Neuropathology of Certain Forms of Mental Retardation

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Science  14 Jun 1963:
Vol. 140, Issue 3572, pp. 1186-1189
DOI: 10.1126/science.140.3572.1186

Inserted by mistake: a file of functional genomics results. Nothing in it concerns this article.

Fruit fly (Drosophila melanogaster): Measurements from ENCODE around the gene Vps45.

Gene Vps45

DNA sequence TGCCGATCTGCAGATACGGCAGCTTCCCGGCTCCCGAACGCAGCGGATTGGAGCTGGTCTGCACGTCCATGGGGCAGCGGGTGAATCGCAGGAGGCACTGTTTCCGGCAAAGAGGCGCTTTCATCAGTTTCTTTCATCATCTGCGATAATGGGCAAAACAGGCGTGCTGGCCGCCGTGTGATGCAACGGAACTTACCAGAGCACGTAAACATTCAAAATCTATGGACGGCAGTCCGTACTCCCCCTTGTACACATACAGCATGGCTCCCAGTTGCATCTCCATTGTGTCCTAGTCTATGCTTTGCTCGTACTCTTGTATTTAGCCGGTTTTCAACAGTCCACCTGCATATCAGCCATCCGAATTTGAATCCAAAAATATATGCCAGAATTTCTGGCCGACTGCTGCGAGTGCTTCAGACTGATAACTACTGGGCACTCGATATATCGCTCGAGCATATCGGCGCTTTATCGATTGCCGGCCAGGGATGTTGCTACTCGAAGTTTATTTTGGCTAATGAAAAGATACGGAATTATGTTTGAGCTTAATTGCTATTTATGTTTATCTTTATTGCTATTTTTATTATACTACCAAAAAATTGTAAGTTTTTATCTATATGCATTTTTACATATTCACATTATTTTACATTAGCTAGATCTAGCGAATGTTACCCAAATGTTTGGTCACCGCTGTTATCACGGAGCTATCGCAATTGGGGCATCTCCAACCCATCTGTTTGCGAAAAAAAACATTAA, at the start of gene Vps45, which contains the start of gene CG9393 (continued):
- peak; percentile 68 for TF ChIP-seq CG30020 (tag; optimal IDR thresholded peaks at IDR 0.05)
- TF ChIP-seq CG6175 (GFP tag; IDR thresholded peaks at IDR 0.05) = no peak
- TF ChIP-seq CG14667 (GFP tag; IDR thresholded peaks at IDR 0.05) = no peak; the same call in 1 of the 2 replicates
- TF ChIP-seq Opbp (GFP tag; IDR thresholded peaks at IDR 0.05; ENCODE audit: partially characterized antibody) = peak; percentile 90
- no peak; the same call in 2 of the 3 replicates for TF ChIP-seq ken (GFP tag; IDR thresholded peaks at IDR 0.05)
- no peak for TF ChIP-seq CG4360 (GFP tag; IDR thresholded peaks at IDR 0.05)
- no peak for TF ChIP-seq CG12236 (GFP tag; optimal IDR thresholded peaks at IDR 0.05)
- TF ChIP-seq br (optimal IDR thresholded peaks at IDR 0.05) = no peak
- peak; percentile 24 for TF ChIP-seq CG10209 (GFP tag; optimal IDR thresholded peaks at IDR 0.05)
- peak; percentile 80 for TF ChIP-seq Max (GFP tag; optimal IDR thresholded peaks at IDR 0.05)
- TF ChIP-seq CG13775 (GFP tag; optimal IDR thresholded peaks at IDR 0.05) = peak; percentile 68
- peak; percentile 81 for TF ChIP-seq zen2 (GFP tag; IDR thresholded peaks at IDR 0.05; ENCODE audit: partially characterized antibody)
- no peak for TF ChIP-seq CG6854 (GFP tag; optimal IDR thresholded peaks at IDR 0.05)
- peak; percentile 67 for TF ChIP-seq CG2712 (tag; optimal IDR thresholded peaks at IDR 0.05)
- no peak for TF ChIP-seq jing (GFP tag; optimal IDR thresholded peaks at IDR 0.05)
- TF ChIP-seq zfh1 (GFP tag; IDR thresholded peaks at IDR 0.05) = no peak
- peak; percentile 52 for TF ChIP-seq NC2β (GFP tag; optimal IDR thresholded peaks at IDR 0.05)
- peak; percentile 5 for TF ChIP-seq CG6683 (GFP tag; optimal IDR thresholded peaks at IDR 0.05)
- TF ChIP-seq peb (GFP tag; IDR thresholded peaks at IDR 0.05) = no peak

In presenting the neuropathology of asphyxia neonatorum and some related conditions, as illustrated in experiments with monkeys (12), I have tried to make six principal points. (i) Newborn monkeys need not be asphyxiated to the point of terminal apnea to suffer structural brain damage. Mental retardation has not been proved, but neither has it been excluded, in these monkeys. (ii) Asphyxia neonatorum requiring resuscitation of the offspring, which otherwise would die, is associated with a remarkably constant syndrome of bilaterally symmetrical, nonhemorrhagic lesions in thalamic and brain-stem nuclei, mainly those of afferent systems. The individuals in this category clearly are retarded. (iii) Asphyxia neonatorum of this second degree may be associated with postpartum complications leading to neocortical atrophy, often of considerable magnitude. The individuals are markedly retarded, often palsied, epileptic, and in a few instances even comatose. (iv) Increased intrauterine pressure in the monkey during prolonged labor leads to fetal and postpartum depression, in connection with which cerebral cortical injury occurs in the absence of typical asphyxial lesions. (v) The relationship of cerebral hemorrhages to mental retardation is not clear, but their presence at autopsy probably signifies trauma during birth, or is an agonal artifact associated with death after postpartum depression. (vi) Finally, kernicterus, a condition in which bile pigment escapes into the brain tissues from the blood when the bilirubin level is high and when there is, in combination with it, some depressing factor such as asphyxia, has been produced in the newborn monkey. It, too, is associated with mental retardation.